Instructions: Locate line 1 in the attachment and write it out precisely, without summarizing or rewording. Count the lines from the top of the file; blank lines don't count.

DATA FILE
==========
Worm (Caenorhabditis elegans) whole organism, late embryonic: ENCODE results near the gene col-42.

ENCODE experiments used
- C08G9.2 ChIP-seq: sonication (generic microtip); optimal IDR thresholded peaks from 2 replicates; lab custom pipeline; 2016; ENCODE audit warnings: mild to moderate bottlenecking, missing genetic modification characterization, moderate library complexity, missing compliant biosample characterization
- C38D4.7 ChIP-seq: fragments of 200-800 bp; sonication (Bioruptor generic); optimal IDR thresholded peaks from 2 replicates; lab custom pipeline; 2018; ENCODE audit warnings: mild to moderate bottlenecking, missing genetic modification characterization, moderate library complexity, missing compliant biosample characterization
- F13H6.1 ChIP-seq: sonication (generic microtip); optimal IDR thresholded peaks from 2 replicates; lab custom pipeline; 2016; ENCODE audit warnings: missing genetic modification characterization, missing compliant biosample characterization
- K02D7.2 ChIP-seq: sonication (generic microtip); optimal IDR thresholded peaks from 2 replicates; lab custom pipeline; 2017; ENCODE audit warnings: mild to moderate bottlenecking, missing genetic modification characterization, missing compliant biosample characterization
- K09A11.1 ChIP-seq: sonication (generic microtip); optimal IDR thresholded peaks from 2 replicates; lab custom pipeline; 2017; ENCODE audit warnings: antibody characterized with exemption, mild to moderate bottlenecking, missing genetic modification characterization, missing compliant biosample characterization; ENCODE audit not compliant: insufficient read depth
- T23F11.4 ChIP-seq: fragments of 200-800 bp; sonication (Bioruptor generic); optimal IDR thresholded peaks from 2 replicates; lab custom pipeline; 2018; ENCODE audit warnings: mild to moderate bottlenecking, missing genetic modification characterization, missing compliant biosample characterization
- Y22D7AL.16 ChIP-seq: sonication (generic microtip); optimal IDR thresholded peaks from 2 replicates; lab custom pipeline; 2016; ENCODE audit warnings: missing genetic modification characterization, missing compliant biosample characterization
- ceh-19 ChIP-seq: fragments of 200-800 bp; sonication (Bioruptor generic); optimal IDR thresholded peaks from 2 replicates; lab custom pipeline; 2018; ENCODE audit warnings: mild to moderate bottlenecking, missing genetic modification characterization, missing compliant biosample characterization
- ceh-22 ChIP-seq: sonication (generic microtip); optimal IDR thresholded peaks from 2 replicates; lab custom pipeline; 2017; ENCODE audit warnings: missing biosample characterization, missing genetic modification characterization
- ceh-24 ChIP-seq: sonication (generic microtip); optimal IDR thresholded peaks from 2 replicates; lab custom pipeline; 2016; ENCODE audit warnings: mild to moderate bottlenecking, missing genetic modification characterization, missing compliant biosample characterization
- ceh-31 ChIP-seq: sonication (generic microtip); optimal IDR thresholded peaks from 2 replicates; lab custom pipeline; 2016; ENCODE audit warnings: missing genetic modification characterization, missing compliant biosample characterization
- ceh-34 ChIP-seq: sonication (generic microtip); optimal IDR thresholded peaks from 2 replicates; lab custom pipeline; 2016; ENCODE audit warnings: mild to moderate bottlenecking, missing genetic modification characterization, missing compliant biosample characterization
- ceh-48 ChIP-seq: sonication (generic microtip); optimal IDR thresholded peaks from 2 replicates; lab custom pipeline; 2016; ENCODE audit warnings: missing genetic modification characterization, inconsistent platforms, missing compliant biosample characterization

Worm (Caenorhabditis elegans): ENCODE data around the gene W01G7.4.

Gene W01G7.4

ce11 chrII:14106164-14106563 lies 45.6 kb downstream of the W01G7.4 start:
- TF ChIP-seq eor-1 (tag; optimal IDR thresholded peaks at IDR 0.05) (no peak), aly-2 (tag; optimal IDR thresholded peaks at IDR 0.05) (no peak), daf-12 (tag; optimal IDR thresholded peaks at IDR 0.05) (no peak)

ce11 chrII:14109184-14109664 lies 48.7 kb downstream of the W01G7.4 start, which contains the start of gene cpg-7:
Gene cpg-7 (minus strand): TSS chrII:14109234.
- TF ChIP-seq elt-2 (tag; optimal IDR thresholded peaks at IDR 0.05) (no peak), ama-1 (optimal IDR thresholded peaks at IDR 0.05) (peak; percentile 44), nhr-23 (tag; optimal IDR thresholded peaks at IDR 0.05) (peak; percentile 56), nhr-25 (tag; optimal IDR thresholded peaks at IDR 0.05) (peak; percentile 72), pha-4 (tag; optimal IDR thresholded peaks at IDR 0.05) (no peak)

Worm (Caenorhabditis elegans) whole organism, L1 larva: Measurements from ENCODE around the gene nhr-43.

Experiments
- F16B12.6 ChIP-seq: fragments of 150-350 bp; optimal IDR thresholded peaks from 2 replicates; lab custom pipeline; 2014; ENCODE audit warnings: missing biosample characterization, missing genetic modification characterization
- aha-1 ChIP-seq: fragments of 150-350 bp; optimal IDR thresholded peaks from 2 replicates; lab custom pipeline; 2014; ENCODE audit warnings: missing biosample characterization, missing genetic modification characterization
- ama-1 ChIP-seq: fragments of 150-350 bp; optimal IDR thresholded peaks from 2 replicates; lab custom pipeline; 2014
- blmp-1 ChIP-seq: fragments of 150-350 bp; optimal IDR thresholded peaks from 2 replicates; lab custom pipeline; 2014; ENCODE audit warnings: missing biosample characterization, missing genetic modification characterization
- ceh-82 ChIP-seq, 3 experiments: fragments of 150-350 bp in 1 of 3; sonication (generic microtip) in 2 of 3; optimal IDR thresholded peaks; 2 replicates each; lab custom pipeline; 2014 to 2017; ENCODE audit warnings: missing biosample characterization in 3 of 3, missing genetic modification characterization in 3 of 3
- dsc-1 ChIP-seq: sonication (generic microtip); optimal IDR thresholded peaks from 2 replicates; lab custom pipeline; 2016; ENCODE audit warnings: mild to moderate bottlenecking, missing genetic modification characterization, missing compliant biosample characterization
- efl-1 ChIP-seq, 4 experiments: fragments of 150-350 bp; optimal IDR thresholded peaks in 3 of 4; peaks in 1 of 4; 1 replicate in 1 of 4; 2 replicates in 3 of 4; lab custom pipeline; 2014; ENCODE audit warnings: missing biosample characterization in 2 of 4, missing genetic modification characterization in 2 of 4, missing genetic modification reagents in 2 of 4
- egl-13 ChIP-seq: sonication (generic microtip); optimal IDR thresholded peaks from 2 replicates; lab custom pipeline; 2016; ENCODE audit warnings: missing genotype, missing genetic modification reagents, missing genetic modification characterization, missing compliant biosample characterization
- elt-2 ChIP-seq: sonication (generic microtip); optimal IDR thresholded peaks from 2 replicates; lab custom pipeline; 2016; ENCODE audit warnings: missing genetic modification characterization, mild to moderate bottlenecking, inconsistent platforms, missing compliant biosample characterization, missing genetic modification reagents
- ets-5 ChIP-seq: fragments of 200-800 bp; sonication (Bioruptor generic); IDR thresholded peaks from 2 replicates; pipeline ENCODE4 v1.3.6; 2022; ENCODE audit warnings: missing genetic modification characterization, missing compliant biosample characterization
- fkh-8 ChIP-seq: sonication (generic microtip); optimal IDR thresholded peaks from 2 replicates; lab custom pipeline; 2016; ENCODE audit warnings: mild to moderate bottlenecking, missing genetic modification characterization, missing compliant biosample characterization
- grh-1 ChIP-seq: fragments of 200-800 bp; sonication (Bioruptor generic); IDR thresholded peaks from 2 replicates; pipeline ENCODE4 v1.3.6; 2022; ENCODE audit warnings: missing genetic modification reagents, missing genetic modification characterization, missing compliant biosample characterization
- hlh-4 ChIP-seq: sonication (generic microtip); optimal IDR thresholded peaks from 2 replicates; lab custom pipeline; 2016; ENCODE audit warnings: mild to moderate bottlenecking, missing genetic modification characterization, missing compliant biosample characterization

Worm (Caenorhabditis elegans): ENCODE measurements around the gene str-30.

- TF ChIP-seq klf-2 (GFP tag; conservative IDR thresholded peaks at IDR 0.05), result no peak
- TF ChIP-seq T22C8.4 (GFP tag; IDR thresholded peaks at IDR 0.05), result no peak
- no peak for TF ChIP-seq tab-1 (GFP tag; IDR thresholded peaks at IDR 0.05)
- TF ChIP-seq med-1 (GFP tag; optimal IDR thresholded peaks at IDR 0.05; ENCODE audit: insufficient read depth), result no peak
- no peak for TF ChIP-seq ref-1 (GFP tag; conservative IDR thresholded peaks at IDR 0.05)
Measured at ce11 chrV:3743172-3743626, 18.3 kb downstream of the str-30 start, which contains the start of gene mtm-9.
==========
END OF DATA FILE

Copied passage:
Worm (Caenorhabditis elegans) whole organism, late embryonic: ENCODE results near the gene col-42.